Another fatal error is excessive expense, to which this part of what is called education is suffered to be carried. It is not uncommon to see a young gentleman spend more by the year in such a tour, than the income of his estate will in prudence afford him the means of doing when settled with a family at home! And to what purpose? Not to enable him to learn the more; for it turns him out of the paths of application and attention into those of pleasure and riot : not to enable him to associate with the best company of foreigners, but the most luxuriant and extravagant of his own countrymen, or with such strangers as will resort to him only for his money. If the great number of travellers be considered, the drain of cash hereby occasioned is an apparent detriment to this kingdom, and the mischief to particular families is irretrievable, by acquiring a habit of expense which their estate cannot possibly bear, and which will ever be followed by a certain train of consequences dangerous to the public as well as private welfare. In former times, the people of Britain, when they travelled, were observed to return home with their affections more strongly engaged towards the well tempered constitution and liberty of their own country, from having observed the miseries resulting from arbitrary governments abroad. This was a happy effect, and most desirable to be continued : but by an unlucky reverse it sometimes happens in these days, that being taught to like the fashions and manners of foreign countries, they are led to have no aversion to their political institutions, and their methods of exercising civil power.
The Protestant religion being established here is one, great security of our civil liberty. That ocular demonstration of the gross superstitions and absurdities of religion abroad, which travelling furnishes, was formerly thought to fix the mind in a more firm attachment to our primitive simplicity and abhorrence of the latter. It were much to be wished that this observation would constantly hold; but I fear the case is now sometimes otherwise, with this furthur ill consequence, that many of our young men, by a long interruption of the exercise of their own religion, become absolutely indifferent to all.
In what I have said I desire to be understood not to advise your lordship against travelling; my view is far otherwise :-it is only to lay before you what appeared to me, informed as I am, to be the modern abuses of it; that, by avoiding those, you may be in a condition to make use of that which is truly useful in itself.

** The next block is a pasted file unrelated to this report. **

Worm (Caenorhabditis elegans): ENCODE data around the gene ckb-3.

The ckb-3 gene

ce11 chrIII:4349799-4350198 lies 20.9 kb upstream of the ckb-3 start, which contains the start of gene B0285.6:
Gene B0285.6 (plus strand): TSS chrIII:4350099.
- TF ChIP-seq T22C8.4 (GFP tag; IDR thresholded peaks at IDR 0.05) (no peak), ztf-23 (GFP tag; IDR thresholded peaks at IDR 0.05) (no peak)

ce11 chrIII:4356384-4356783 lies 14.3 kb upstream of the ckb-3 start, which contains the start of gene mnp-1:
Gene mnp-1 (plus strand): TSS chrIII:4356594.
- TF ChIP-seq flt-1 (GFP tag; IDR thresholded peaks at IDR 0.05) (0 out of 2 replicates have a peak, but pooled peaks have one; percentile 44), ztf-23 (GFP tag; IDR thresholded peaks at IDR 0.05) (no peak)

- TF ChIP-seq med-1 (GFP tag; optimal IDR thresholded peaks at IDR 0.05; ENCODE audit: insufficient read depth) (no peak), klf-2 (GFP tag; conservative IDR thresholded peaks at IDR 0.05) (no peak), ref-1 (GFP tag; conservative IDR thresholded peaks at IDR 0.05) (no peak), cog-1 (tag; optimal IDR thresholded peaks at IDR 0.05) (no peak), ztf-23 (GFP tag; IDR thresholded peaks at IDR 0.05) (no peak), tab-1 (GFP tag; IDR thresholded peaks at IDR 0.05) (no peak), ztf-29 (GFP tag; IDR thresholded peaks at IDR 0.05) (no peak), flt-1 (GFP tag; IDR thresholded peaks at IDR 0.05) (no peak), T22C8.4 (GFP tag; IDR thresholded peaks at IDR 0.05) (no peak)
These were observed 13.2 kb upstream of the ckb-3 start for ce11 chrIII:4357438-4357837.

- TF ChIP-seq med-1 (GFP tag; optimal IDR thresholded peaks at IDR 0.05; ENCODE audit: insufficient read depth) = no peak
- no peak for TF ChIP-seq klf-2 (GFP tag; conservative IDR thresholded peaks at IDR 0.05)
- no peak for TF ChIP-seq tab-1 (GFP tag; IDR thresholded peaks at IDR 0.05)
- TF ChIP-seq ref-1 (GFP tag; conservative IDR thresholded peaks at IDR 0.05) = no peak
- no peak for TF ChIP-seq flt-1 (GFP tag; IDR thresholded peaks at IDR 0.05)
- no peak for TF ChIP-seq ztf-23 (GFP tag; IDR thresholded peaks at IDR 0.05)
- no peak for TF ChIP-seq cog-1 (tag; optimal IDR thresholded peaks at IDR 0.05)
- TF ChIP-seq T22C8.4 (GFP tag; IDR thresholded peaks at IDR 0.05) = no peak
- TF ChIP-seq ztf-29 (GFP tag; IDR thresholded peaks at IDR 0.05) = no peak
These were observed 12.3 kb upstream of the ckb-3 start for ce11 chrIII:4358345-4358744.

Forgive me, my dear lord, this tedious letter, drawn from me by your own request, and proceeding from the sincerest desire of your lasting prosperity. Be assured that I should think it a very happy circumstance in my life, if any advice of mine could be in the least degree assistant towards rendering a young nobleman of your quality and hopes the more capable of performing that service to his king, his country, and his family, which they may justly expect from him; and that I am, with the utmost truth, your lordship’s most faithful and obedient humble servant,
MISS TALBOT TO THE HON. MISS CAMPBELL.
August 16, 1736. I HAVE been out in the coach with my lord this afternoon. If a fine evening, and the most delightful rural scene in the world, could give any one the least sensation of delight in so terrible a situation as ours, I must have felt it to-night. But when I came near the house, where the best of friends that has had so great a part in the happiness and improvement of my life, lies languisbing in the greatest misery, I felt a chillness at my heart, an inexpressible something, that made me imagine it is better to be always in the midst of this melancholy scene than to undergo the fears that necessarily attend an hour's separation from it. I thank God that we found nothing worse at our return than we left when we went out. Since Saturday the convulsions are not in. creased, as we every moment dreaded. Yesterday they were rather lessened; but do not be too much pleased at my saying this. The case still continues hopeless; and I do not know whether one ought to be glad that she may continue in this misery a week or fortnight longer. Alas! what a dreadful sentence have I writ here ! I am shocked at looking over it, to see with what apparent calmness I have said, that in so short a space of time I must, in all probability, lose one of the greatest blessings of my past life, the best of friends, the most amiable companion; must see the remainder of those who are, and ought to be, the nearest to my heart, given up to the VOL, V.